• Keep it as it is, with the default GTK error icon. We could argue that it’s a theme issue and that sad face icon should become the default error icon for GTK with gnome…?
      • Try loading the sad face icon, but if it fails, it fails (no fallback to the normal error icon)
      • Implement something rather complicated and ugly for this specific case – not even sure that’s possible
  4. Peteris Krisjanis Avatar
    Peteris Krisjanis

    At Jokosher we are using GtkInfoBar (well, at least in my branch) to show this error at the bottom of the main window (not in classic modal window style). Besides that I think good balance would be:
    1) Saying user what matters to him (unfortunately there have been a bug, if you can, please copy/paste additional details in bug report here, etc.);
    2) Giving additional details trough another dialog window (as suggested) or just extending current window;
    If there’s specific cases which we can detect when we get error from bus (like something missing in installation, etc.) give user more concrete message so that user can try to fix it.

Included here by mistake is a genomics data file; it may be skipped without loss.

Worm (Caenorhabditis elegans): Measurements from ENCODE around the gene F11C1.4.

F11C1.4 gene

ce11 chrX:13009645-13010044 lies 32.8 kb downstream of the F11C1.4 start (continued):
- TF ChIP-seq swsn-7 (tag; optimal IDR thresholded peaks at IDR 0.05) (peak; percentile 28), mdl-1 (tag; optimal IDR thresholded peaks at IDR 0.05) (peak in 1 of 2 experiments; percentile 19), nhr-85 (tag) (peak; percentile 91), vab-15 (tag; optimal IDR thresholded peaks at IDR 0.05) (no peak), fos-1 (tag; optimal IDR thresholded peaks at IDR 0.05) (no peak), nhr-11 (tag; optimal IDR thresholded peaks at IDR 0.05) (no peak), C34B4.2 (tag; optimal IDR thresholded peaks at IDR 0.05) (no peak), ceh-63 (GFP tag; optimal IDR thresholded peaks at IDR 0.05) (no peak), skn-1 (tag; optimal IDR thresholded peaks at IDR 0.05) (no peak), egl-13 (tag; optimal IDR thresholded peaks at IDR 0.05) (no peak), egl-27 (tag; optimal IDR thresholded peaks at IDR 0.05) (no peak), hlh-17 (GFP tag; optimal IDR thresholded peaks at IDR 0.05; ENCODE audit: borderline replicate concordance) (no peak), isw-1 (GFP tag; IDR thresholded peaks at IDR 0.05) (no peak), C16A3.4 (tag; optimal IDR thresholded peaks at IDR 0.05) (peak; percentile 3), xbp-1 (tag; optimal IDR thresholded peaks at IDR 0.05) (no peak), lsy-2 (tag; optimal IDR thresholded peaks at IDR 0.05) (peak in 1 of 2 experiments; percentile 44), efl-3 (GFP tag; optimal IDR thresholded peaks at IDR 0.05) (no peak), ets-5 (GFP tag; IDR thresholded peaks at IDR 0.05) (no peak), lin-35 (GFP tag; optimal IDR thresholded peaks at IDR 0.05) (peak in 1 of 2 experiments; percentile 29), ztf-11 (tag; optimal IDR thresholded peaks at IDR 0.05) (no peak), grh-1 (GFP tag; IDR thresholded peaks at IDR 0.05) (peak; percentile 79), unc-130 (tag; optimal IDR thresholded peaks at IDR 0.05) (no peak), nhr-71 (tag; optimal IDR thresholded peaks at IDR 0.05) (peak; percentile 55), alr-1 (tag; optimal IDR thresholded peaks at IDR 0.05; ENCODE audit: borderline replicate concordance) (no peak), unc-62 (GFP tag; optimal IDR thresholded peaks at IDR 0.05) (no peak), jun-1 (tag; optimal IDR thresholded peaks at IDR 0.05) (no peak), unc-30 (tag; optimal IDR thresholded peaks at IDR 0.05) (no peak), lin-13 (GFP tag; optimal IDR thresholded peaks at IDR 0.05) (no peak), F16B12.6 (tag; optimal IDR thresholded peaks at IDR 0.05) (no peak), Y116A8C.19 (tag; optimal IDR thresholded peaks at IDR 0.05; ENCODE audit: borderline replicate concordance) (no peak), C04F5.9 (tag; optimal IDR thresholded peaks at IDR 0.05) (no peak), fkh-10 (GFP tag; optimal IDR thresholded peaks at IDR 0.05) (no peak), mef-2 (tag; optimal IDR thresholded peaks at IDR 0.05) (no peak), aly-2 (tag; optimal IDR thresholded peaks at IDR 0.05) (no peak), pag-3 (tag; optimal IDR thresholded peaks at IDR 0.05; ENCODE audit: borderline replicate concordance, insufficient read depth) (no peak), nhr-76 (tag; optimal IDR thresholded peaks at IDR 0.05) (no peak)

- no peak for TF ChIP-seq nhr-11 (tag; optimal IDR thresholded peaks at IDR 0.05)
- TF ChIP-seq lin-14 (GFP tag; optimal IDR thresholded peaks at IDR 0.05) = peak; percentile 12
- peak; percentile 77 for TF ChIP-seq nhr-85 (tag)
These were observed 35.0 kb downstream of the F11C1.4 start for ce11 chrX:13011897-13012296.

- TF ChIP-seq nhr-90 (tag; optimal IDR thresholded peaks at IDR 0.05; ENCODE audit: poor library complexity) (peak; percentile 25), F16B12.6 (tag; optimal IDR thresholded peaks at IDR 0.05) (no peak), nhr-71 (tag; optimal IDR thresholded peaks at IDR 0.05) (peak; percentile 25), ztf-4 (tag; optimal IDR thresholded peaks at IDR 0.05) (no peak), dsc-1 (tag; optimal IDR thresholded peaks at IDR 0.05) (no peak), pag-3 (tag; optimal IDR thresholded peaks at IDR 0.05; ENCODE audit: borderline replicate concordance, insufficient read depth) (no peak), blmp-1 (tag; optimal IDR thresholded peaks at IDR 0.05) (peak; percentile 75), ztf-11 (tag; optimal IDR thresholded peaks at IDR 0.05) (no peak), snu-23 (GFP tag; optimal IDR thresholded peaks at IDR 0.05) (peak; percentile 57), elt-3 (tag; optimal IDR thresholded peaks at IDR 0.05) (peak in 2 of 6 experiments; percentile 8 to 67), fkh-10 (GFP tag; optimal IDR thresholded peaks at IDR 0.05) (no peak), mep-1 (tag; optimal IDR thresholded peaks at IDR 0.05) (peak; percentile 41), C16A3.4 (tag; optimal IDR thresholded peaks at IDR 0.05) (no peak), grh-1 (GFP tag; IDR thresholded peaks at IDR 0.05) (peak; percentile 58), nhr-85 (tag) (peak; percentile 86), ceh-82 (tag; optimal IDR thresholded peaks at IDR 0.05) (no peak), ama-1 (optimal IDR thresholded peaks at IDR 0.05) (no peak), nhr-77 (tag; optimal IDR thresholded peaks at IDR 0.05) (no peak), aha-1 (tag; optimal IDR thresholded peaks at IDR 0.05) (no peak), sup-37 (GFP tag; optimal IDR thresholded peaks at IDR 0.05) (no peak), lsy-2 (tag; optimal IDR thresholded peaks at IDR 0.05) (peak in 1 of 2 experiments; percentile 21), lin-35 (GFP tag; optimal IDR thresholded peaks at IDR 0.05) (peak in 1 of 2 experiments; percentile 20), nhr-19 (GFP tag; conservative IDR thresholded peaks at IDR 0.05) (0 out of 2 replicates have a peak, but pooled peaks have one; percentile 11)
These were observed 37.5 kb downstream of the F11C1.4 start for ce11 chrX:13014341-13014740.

5. Is there a way to link this into distro specific error handling, so that the various bug handlers can allow easy bug reporting? the specific gstreamer error can be part of the usual ‘stacktrace’ portion of the report (developer friendly), the error message could be changed to something more generic (user friendly) to the user (like Error rendering video) even if it is less useful, and maybe more data could get spit up with the stack trace?

  6. I updated the blog post above with the screenshot of a revised implementation that provides a slightly less ugly and demoralizing text for users… let me know if that’s indeed better.

    1. Yes, that is indeed better!
      I would, however, second two suggestions: